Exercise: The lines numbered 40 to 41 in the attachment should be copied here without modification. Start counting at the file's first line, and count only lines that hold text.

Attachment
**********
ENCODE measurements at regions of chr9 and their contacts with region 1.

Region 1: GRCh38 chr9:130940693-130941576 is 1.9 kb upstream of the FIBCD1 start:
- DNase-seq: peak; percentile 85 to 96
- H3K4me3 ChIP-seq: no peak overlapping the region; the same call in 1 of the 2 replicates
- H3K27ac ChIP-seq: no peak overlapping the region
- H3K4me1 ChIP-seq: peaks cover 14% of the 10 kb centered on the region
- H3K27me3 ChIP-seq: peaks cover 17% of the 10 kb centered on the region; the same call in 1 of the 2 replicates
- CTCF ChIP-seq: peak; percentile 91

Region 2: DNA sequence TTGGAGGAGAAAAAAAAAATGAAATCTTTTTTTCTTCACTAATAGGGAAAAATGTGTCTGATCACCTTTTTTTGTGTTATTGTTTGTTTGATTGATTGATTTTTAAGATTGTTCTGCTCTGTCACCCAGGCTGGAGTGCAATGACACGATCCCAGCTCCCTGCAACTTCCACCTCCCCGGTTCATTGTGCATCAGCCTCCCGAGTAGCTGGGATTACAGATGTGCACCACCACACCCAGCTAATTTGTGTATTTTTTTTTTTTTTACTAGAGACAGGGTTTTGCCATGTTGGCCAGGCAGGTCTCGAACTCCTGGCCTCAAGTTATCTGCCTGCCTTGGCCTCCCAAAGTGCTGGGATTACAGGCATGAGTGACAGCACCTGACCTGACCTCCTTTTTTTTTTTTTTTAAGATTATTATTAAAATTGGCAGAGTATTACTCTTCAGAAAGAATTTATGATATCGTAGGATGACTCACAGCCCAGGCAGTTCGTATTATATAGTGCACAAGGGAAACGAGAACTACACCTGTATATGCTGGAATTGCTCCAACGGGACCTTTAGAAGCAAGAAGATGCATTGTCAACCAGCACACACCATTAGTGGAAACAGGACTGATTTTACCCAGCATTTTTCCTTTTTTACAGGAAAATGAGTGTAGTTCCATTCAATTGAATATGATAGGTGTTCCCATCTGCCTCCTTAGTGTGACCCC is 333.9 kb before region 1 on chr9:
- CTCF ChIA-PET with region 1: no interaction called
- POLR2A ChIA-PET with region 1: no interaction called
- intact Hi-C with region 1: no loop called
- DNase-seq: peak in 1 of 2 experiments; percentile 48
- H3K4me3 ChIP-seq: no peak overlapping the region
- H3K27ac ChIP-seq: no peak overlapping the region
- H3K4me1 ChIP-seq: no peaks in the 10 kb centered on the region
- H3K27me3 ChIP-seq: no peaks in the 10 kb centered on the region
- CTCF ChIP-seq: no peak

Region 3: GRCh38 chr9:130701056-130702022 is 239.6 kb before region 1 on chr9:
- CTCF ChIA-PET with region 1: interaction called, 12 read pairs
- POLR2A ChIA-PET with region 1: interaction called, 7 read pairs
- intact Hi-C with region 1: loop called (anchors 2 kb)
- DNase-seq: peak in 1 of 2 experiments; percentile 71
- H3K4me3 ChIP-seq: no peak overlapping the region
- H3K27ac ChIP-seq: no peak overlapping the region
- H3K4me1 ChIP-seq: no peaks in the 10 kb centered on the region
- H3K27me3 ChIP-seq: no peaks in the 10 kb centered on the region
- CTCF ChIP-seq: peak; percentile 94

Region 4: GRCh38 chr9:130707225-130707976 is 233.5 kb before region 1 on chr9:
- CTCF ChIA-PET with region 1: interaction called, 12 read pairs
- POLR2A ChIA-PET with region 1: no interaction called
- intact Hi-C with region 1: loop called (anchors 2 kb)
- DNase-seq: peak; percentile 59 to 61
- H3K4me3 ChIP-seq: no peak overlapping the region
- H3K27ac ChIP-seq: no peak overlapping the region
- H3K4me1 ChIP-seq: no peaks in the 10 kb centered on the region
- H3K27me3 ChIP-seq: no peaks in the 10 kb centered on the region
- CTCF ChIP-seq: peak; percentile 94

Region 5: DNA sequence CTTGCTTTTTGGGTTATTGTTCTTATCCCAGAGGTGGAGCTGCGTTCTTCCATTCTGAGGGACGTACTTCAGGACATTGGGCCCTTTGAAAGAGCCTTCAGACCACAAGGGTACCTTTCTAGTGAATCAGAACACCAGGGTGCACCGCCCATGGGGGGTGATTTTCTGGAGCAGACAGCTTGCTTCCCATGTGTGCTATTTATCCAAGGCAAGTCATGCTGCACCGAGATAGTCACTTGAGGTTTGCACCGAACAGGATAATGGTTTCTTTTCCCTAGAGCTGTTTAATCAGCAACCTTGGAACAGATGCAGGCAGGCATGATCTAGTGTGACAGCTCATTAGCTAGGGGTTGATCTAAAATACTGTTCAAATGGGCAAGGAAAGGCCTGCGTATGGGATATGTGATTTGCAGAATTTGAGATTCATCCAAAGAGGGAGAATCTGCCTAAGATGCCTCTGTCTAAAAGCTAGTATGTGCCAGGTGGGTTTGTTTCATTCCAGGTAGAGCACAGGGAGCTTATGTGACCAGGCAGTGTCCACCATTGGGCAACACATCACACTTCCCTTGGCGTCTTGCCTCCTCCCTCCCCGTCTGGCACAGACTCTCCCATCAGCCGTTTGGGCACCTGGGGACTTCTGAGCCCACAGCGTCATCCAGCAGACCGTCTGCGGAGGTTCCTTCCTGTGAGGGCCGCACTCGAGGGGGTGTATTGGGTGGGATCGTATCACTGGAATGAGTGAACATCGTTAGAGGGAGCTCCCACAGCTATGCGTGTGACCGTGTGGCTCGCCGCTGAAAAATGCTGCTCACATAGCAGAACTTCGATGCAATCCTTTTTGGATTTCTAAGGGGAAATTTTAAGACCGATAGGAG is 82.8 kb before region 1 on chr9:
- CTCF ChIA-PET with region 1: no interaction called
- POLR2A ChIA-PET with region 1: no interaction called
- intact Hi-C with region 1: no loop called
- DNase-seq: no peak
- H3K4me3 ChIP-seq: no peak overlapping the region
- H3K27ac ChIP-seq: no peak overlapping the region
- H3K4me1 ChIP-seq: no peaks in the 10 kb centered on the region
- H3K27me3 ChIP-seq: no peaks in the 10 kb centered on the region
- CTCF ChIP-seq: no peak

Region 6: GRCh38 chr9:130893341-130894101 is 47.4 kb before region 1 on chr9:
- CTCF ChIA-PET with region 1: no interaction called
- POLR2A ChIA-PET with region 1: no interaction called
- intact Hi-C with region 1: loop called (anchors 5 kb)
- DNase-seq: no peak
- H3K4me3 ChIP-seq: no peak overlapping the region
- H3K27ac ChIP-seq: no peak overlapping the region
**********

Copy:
- CTCF ChIA-PET with region 1: no interaction called
- POLR2A ChIA-PET with region 1: no interaction called